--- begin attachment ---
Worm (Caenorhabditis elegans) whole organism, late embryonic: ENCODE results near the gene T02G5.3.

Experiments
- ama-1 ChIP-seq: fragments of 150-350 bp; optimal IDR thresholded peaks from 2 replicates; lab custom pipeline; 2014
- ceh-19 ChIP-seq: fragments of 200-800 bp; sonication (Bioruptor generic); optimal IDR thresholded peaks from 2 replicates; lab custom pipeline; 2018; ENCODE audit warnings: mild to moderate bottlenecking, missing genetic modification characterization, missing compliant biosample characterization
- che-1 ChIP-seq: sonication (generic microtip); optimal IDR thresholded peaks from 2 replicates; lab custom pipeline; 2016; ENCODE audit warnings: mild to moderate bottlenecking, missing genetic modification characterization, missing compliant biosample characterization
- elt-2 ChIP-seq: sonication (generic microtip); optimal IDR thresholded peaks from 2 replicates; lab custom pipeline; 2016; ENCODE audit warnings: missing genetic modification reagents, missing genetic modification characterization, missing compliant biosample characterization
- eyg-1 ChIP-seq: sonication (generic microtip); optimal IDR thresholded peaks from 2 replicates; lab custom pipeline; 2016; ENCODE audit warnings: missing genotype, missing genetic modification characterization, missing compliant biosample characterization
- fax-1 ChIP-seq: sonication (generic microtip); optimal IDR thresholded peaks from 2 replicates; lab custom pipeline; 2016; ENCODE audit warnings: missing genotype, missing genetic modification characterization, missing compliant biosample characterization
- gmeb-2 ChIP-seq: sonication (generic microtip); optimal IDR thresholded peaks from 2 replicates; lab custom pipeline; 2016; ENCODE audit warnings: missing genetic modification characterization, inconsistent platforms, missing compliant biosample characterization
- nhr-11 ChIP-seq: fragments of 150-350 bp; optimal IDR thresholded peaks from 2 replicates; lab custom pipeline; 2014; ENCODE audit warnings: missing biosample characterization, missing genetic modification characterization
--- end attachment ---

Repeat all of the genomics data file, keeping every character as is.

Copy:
Worm (Caenorhabditis elegans) whole organism, late embryonic: ENCODE results near the gene T02G5.3.

Experiments
- ama-1 ChIP-seq: fragments of 150-350 bp; optimal IDR thresholded peaks from 2 replicates; lab custom pipeline; 2014
- ceh-19 ChIP-seq: fragments of 200-800 bp; sonication (Bioruptor generic); optimal IDR thresholded peaks from 2 replicates; lab custom pipeline; 2018; ENCODE audit warnings: mild to moderate bottlenecking, missing genetic modification characterization, missing compliant biosample characterization
- che-1 ChIP-seq: sonication (generic microtip); optimal IDR thresholded peaks from 2 replicates; lab custom pipeline; 2016; ENCODE audit warnings: mild to moderate bottlenecking, missing genetic modification characterization, missing compliant biosample characterization
- elt-2 ChIP-seq: sonication (generic microtip); optimal IDR thresholded peaks from 2 replicates; lab custom pipeline; 2016; ENCODE audit warnings: missing genetic modification reagents, missing genetic modification characterization, missing compliant biosample characterization
- eyg-1 ChIP-seq: sonication (generic microtip); optimal IDR thresholded peaks from 2 replicates; lab custom pipeline; 2016; ENCODE audit warnings: missing genotype, missing genetic modification characterization, missing compliant biosample characterization
- fax-1 ChIP-seq: sonication (generic microtip); optimal IDR thresholded peaks from 2 replicates; lab custom pipeline; 2016; ENCODE audit warnings: missing genotype, missing genetic modification characterization, missing compliant biosample characterization
- gmeb-2 ChIP-seq: sonication (generic microtip); optimal IDR thresholded peaks from 2 replicates; lab custom pipeline; 2016; ENCODE audit warnings: missing genetic modification characterization, inconsistent platforms, missing compliant biosample characterization
- nhr-11 ChIP-seq: fragments of 150-350 bp; optimal IDR thresholded peaks from 2 replicates; lab custom pipeline; 2014; ENCODE audit warnings: missing biosample characterization, missing genetic modification characterization